arranged in alphabetical order based on the long option name.

       -c, --classic
              The output is similar to that obtained from 'cat /proc/scsi/scsi'

       -d, --device
              After outputting the (probable) SCSI device name the device node  major  and  minor
              numbers are shown in brackets (e.g. "/dev/sda[8:0]").

       -g, --generic
              Output the SCSI generic device file name. Note that if the sg driver is a module it
              may need to be loaded otherwise '-' may appear.

       -h, --help
              Output the usage message and exit.

       -H, --hosts
              List the SCSI hosts currently attached to the system. If this option is  not  given
              then SCSI devices are listed.

       -k, --kname
              Use  Linux  default  algorithm  for  naming devices (e.g. block major 8, minor 0 is
              "/dev/sda") rather than the "match by major and minor" in the "/dev"  directory  as
              discussed above.

       -L, --list
              Output  additional information in <attribute_name>=<value> pairs, one pair per line
              preceded by two spaces. This option has the same effect as '-lll'.

       -l, --long
              Output additional information for each SCSI device (host).  Can  be  used  multiple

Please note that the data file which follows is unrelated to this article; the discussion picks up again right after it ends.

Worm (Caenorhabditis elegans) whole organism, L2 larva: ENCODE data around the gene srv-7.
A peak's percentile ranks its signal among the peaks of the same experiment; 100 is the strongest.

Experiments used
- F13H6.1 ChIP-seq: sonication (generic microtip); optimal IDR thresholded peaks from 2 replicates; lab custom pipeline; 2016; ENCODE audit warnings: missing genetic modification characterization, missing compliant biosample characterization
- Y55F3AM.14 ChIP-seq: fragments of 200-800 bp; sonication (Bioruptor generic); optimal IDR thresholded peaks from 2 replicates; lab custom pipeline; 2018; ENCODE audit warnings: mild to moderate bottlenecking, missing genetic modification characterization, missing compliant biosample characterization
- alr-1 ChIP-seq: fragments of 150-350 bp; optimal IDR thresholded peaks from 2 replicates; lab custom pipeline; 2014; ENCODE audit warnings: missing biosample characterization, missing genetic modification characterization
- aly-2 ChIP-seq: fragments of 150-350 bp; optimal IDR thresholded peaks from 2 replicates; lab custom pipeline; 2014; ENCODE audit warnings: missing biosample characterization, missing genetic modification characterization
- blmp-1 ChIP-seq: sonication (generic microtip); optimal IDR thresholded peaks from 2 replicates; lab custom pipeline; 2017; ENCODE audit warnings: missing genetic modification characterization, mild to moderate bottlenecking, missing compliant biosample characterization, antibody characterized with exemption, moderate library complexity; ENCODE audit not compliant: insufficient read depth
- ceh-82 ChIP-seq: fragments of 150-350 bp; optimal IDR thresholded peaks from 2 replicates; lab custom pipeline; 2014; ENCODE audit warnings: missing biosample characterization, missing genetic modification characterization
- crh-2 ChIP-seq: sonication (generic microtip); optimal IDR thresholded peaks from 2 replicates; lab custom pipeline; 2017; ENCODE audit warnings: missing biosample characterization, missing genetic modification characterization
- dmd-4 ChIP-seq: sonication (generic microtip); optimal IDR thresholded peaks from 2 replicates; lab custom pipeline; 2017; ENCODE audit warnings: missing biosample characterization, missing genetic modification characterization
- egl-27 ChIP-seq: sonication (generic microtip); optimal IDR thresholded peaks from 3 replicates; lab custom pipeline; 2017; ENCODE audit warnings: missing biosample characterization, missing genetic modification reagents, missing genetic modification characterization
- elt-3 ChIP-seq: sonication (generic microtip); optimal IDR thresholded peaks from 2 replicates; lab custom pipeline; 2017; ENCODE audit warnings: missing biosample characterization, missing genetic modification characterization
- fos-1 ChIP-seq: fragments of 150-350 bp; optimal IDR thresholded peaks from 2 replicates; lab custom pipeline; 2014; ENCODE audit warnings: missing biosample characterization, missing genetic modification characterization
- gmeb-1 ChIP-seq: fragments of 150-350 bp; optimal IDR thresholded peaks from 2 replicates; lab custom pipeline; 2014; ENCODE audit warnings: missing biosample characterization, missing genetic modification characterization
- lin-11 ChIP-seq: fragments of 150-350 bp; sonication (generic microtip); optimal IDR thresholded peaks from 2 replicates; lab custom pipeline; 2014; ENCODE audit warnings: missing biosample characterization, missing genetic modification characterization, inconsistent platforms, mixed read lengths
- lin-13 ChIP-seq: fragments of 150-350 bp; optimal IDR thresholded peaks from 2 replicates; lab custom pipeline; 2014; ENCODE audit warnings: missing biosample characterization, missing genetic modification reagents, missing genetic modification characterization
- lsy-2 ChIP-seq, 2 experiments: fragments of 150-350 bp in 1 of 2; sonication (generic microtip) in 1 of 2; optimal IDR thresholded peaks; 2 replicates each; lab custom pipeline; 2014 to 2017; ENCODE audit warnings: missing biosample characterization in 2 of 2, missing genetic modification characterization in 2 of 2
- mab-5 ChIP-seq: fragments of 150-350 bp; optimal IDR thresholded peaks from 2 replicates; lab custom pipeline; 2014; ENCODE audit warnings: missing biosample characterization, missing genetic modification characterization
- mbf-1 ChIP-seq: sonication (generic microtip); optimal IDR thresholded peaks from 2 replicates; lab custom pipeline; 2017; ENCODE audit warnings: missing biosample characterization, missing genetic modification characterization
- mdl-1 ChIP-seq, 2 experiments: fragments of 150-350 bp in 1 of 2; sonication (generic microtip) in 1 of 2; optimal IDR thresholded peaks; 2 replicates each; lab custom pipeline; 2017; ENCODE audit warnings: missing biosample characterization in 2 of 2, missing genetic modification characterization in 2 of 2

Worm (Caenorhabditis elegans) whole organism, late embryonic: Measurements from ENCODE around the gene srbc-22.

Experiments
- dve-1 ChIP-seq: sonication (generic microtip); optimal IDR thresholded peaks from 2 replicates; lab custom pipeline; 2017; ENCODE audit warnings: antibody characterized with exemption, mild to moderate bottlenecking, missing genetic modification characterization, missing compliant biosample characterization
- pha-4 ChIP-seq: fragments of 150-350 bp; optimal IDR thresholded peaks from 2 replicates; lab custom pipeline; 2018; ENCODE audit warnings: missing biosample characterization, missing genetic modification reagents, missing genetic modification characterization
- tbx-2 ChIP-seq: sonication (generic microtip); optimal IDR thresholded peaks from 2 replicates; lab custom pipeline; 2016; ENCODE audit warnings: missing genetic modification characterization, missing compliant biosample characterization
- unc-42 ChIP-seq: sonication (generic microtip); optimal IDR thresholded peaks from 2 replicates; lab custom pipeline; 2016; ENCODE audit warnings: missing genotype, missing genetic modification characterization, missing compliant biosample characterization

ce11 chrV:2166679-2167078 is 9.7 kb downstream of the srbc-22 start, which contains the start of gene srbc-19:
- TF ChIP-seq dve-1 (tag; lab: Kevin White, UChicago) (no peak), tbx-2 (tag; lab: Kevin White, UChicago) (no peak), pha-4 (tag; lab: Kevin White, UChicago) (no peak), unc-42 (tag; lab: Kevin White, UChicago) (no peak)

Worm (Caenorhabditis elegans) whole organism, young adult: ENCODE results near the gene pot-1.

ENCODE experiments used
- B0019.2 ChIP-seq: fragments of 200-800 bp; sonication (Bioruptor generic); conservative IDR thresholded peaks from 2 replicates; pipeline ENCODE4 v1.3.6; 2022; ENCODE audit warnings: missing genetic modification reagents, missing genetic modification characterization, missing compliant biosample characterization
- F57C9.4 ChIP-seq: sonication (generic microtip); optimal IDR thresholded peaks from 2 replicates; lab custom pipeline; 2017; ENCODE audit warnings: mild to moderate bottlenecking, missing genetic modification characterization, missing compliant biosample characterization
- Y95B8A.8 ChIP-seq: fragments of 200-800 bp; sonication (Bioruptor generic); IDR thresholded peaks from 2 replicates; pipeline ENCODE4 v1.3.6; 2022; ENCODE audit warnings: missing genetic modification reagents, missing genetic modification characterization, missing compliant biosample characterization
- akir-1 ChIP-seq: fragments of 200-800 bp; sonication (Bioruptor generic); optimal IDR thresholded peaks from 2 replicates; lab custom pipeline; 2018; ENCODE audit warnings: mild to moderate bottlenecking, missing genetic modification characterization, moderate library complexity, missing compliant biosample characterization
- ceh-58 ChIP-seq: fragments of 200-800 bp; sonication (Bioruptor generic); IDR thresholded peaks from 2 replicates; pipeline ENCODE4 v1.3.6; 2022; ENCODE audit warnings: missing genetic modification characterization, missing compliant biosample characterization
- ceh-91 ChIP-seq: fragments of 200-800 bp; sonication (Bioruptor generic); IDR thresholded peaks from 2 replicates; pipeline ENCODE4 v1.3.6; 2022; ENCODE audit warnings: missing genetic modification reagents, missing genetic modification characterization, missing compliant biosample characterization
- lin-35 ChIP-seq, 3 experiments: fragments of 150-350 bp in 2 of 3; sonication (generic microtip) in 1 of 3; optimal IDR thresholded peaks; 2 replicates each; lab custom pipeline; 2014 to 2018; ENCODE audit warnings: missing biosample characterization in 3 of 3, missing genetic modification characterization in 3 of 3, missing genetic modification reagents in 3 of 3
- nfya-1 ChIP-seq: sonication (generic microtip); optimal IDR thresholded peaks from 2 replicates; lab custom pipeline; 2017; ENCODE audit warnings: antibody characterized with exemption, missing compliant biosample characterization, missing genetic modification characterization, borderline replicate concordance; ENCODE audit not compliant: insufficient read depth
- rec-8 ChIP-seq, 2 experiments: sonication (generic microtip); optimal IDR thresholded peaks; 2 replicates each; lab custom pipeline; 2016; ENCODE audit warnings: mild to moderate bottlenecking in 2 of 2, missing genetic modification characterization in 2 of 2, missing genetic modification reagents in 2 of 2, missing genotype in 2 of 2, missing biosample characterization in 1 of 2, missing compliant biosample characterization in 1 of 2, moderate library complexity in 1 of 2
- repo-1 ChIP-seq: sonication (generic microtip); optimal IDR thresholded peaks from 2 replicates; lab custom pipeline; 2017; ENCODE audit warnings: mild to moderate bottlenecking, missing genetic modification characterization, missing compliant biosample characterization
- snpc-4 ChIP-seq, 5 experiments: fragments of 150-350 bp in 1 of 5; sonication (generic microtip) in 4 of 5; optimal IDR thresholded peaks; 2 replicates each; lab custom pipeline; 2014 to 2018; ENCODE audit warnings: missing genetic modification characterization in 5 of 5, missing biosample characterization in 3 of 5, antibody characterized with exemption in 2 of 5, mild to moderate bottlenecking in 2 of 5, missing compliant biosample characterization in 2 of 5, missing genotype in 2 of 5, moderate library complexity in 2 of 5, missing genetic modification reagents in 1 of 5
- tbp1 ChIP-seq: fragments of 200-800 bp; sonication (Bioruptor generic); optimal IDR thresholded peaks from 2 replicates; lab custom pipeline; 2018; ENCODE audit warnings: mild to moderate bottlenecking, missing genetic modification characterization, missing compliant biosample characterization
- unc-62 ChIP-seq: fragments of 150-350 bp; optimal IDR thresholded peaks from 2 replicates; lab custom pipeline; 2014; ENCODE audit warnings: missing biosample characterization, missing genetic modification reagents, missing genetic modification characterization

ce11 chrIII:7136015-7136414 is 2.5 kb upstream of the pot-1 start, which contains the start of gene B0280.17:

times  for  more  output  in  which case the shorter option form is more convenient
              (e.g. '-lll'). When used three times  (i.e.  '-lll')  outputs  SCSI  device  (host)
              attributes    one    per    line;   preceded   by   two   spaces;   in   the   form

       -x, --lunhex
              when this option is used once the LUN in the tuple (at the  start  of  each  device
              line) is shown in "T10" format which is up to 16 hexadecimal digits. It is prefixed
              by "0x" to distinguish the LUN from the decimal value shown in the absence of  this
              option.  Also hierarchal LUNs are shown with a "_" character separating the levels.
              For example the two level LUN: 0x0355006600000000 will appear  as  0x0355_0066.  If
              this  option  is  given  twice  (e.g. using the short form: '-xx') then the full 16
              hexadecimal digits are shown for each LUN, prefixed by "0x".

       -p, --protection